Leading a non-profit requires knowledge, experience, passion, compassion and hard work. But then why do so many leaders who apply these principles to their work often burn out? It’s because they’re missing another vital piece…resilience.
According to the book “Resilience That Works: Eight Practices for Leadership and Life”, resilience means more than just bouncing back when something doesn’t go as planned. Instead, it encourages the creation of a “resilience portfolio”. Much like a retirement plan, people can learn that resilience can and should include consistent physical, mental, and emotional practices. When put together, they not only make you feel better but also impact how others see how you do your job. Authors: Marian N. Ruderman, Cathleen Clerkin, Katya C. Fernandez
We’re going to explore these eight practices and how they can help non-profit leaders build their resilience.
8 Practices to Build Resilience
We’re all probably guilty of saying that we’re just too busy to exercise. But, even getting just 15 minutes of physical exercise daily can not only help you stay fit but can also help to keep your mind sharp. The results can be seen in your work and your day-to-day interactions.
Sleep deprivation can make you cranky and influence your mental processes. By keeping a consistent sleep and waking time, you’ll have a better chance of getting the rest you need to function to your fullest.
Mindfulness can sometimes get confused with meditation. Mindfulness is being present in the moment while acknowledging other people’s feelings and thoughts. When you’re mindful, you’re not easily distracted and can focus on what’s going on.
When talking about cognitive reappraisal, it’s best described as saying “don’t jump to conclusions”. This is especially the case when it comes to employees and co-workers.
If you practice savoring, you aim to prolong the positive. This can help you feel like you have more resources to draw from within when things get challenging.
You may have heard before that gratitude is the best attitude to have. When you’re thankful and expressing gratitude, it not only benefits you but also the person who you are thanking. It helps them to feel good about themselves while you’re also content with what you have received.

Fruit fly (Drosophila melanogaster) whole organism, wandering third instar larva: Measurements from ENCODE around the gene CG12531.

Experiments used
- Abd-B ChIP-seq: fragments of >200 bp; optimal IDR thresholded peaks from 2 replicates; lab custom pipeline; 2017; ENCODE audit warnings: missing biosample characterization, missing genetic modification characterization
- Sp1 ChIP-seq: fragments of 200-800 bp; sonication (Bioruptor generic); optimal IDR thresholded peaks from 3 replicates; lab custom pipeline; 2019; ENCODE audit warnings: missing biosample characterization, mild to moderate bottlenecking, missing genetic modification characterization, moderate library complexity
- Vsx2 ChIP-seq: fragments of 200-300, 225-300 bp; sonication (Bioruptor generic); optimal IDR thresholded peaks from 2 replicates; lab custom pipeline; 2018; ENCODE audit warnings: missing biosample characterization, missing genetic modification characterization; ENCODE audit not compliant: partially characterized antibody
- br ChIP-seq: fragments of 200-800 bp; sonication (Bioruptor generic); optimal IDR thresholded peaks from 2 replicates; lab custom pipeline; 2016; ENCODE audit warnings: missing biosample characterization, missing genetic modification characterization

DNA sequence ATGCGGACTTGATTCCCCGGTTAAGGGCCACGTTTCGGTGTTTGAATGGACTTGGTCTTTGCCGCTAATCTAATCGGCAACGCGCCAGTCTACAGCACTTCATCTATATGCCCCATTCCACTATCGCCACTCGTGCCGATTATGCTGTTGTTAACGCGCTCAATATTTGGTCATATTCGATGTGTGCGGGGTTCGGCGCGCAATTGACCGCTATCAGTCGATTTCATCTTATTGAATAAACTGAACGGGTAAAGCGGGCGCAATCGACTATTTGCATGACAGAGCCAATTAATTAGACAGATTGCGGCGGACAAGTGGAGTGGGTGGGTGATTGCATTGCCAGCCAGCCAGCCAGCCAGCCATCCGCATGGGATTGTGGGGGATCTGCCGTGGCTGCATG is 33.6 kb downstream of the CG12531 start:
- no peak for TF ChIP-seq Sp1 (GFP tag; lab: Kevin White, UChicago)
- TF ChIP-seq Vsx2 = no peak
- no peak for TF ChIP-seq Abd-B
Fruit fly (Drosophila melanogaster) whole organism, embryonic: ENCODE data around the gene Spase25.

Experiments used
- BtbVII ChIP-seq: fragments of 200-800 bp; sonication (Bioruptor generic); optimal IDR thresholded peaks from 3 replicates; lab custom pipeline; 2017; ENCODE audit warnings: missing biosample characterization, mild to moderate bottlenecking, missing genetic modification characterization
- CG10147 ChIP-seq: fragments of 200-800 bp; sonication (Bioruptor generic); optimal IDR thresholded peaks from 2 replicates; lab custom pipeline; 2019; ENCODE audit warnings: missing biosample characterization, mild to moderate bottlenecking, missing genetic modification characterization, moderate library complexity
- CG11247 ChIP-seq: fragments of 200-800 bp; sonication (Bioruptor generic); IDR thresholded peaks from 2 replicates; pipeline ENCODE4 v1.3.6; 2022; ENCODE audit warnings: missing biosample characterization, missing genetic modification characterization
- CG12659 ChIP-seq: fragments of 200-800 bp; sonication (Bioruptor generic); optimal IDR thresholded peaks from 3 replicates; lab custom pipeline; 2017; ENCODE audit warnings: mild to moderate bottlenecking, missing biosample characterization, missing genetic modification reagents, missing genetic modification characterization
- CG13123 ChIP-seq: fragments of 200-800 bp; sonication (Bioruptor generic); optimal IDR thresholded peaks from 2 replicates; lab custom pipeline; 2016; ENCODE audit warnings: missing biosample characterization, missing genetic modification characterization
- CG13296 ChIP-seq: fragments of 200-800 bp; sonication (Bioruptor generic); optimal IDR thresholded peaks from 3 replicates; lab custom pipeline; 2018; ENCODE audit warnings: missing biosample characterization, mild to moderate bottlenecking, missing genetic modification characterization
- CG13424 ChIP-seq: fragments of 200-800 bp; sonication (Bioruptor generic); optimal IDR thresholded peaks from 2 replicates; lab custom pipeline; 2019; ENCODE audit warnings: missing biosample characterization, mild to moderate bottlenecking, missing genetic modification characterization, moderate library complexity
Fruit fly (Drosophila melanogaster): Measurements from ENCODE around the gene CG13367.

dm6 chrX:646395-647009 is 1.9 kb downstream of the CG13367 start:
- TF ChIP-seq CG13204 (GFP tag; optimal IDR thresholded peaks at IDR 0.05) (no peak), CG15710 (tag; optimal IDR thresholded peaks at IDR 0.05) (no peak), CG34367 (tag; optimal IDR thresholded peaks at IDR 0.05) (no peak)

To be any type of leader, you need to invest in relationships. Making social connections can not only help your organization, but it can also benefit you by forming new relationships. Feeling connected to co-workers can help you do your job better and create a camaraderie that can be beneficial to the workplace environment.
When referring to touch in the workplace setting, contact needs to be appropriate. Touch can refer to a high-five or a pat on the back to let someone know they’ve done a good job. During the COVID pandemic, the benefits of touch were lost. But, feeling connected to co-workers in this manner can also be helpful.
The Bottom Line
As you consider all of these aspects of building resilience, it’s important to acknowledge that this takes time. It’s best to come up with a plan to make it happen and do it gradually. Over time, you’ll notice a difference in yourself and your leadership ability.
Learning resilience can also pour over into your personal life. By improving the quality of your sleep and making exercise part of your routine, you can lead a healthier life. You can also benefit from practicing more gratitude and savoring the positive things that happen. In the end, resilience can be beneficial in professional and personal aspects.